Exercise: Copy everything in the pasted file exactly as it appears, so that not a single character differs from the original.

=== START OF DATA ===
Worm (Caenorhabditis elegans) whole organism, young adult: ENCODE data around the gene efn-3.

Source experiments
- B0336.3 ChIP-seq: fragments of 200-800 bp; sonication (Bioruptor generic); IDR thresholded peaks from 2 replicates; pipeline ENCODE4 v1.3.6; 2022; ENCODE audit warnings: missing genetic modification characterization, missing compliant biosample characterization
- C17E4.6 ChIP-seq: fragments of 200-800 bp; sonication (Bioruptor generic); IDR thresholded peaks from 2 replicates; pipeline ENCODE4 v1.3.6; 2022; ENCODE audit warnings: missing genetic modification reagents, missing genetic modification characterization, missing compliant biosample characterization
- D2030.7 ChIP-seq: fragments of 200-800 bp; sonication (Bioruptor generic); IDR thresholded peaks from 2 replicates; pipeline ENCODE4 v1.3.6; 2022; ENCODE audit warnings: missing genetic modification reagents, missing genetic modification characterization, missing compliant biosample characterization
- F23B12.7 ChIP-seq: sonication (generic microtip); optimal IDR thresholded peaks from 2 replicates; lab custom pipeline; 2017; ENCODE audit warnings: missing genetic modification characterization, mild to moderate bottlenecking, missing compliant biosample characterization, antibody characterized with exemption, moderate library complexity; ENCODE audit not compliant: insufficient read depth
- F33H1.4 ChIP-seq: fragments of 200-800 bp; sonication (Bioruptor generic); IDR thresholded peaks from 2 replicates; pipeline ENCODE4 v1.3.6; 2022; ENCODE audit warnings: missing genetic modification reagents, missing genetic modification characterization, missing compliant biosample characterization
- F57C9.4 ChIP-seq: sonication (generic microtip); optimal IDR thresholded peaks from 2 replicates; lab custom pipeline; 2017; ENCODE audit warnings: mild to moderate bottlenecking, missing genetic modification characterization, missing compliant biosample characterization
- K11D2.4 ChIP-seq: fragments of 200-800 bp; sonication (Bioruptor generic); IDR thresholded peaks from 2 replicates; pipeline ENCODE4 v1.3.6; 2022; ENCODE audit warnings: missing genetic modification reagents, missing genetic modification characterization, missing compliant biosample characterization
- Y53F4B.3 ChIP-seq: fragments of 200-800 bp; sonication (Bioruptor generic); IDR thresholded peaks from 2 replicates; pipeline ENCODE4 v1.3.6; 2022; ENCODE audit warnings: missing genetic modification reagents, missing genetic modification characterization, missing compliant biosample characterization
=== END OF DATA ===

Worm (Caenorhabditis elegans) whole organism, young adult: ENCODE data around the gene efn-3.

Source experiments
- B0336.3 ChIP-seq: fragments of 200-800 bp; sonication (Bioruptor generic); IDR thresholded peaks from 2 replicates; pipeline ENCODE4 v1.3.6; 2022; ENCODE audit warnings: missing genetic modification characterization, missing compliant biosample characterization
- C17E4.6 ChIP-seq: fragments of 200-800 bp; sonication (Bioruptor generic); IDR thresholded peaks from 2 replicates; pipeline ENCODE4 v1.3.6; 2022; ENCODE audit warnings: missing genetic modification reagents, missing genetic modification characterization, missing compliant biosample characterization
- D2030.7 ChIP-seq: fragments of 200-800 bp; sonication (Bioruptor generic); IDR thresholded peaks from 2 replicates; pipeline ENCODE4 v1.3.6; 2022; ENCODE audit warnings: missing genetic modification reagents, missing genetic modification characterization, missing compliant biosample characterization
- F23B12.7 ChIP-seq: sonication (generic microtip); optimal IDR thresholded peaks from 2 replicates; lab custom pipeline; 2017; ENCODE audit warnings: missing genetic modification characterization, mild to moderate bottlenecking, missing compliant biosample characterization, antibody characterized with exemption, moderate library complexity; ENCODE audit not compliant: insufficient read depth
- F33H1.4 ChIP-seq: fragments of 200-800 bp; sonication (Bioruptor generic); IDR thresholded peaks from 2 replicates; pipeline ENCODE4 v1.3.6; 2022; ENCODE audit warnings: missing genetic modification reagents, missing genetic modification characterization, missing compliant biosample characterization
- F57C9.4 ChIP-seq: sonication (generic microtip); optimal IDR thresholded peaks from 2 replicates; lab custom pipeline; 2017; ENCODE audit warnings: mild to moderate bottlenecking, missing genetic modification characterization, missing compliant biosample characterization
- K11D2.4 ChIP-seq: fragments of 200-800 bp; sonication (Bioruptor generic); IDR thresholded peaks from 2 replicates; pipeline ENCODE4 v1.3.6; 2022; ENCODE audit warnings: missing genetic modification reagents, missing genetic modification characterization, missing compliant biosample characterization
- Y53F4B.3 ChIP-seq: fragments of 200-800 bp; sonication (Bioruptor generic); IDR thresholded peaks from 2 replicates; pipeline ENCODE4 v1.3.6; 2022; ENCODE audit warnings: missing genetic modification reagents, missing genetic modification characterization, missing compliant biosample characterization